The Albuquerque City Council Finance Committee will be reviewing a proposed ranked-choice voting ordinance Monday. It should pass this bill.
RCV is the great equalizer. It can ensure that all candidates seeking city office connect with Albuquerque voters beyond their traditional bases in order to win, thus paving the way for representatives to be better at listening – and addressing – the needs of all constituents. RCV also ensures that the winning candidate has garnered support across the community and eliminates the possibility of being elected in spite of opposition from a large portion of voters.
Lastly, RCV eliminates the need for multiple-round elections. This benefits voters in two ways: one, the cost of political participation is reduced by only having to go to the polling station once per election and, two, incumbent representatives spend less time campaigning and fundraising and more time serving the people.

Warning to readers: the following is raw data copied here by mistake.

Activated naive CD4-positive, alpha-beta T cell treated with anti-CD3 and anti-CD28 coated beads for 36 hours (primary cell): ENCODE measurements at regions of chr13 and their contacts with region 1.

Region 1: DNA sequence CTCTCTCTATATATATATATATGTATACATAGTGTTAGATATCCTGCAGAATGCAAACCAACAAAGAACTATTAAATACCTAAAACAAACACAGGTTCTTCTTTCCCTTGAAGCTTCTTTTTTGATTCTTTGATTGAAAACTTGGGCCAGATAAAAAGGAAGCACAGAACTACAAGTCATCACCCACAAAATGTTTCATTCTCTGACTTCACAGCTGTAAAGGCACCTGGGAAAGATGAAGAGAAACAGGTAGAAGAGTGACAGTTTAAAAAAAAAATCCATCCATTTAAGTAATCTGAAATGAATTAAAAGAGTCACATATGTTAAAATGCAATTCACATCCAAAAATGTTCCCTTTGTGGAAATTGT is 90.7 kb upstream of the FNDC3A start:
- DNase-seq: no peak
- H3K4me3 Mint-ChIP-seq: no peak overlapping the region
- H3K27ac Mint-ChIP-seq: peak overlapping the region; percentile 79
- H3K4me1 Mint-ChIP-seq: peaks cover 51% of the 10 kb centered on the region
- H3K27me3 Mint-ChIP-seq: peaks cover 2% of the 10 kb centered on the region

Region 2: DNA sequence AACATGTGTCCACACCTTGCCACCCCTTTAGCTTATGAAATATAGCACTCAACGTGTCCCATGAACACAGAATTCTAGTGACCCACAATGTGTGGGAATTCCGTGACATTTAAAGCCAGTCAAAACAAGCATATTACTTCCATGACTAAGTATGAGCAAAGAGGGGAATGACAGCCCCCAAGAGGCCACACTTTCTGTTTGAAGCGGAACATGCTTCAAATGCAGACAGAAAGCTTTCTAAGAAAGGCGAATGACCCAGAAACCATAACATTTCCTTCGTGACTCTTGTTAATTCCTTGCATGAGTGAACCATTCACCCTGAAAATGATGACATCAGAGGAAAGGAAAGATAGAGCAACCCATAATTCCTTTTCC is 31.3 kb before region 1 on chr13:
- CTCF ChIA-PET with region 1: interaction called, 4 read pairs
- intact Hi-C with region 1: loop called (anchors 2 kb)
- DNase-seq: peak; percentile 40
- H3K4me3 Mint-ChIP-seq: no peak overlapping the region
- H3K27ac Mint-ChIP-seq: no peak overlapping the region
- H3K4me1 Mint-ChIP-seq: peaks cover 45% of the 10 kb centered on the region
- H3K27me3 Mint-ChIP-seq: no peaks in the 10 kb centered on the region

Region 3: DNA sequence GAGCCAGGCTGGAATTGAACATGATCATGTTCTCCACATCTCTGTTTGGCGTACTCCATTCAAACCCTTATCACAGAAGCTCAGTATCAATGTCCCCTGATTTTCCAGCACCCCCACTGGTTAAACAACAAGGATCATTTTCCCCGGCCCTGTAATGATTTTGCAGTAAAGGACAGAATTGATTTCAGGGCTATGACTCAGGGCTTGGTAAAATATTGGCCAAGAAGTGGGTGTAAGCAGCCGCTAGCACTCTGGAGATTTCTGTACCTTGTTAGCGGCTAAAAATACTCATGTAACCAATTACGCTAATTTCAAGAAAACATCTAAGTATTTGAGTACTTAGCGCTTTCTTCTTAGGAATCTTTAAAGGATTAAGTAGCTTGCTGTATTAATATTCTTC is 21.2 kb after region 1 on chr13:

RCV allows voters to rank candidates by preference instead of choosing just one. It promotes candidates who are able to obtain broader support vs. through plurality elections – the current system – since the winning candidate typically has strong first-choice support and also receives a high number of second- and third-place votes. RCV also gives voters more choice, rather than limiting them to only supporting one candidate.
How are ranked-choice ballots counted? It’s simple: To win a ranked-choice election, a candidate must receive at least a majority of total votes counted. A majority is 50% of the total, plus one vote.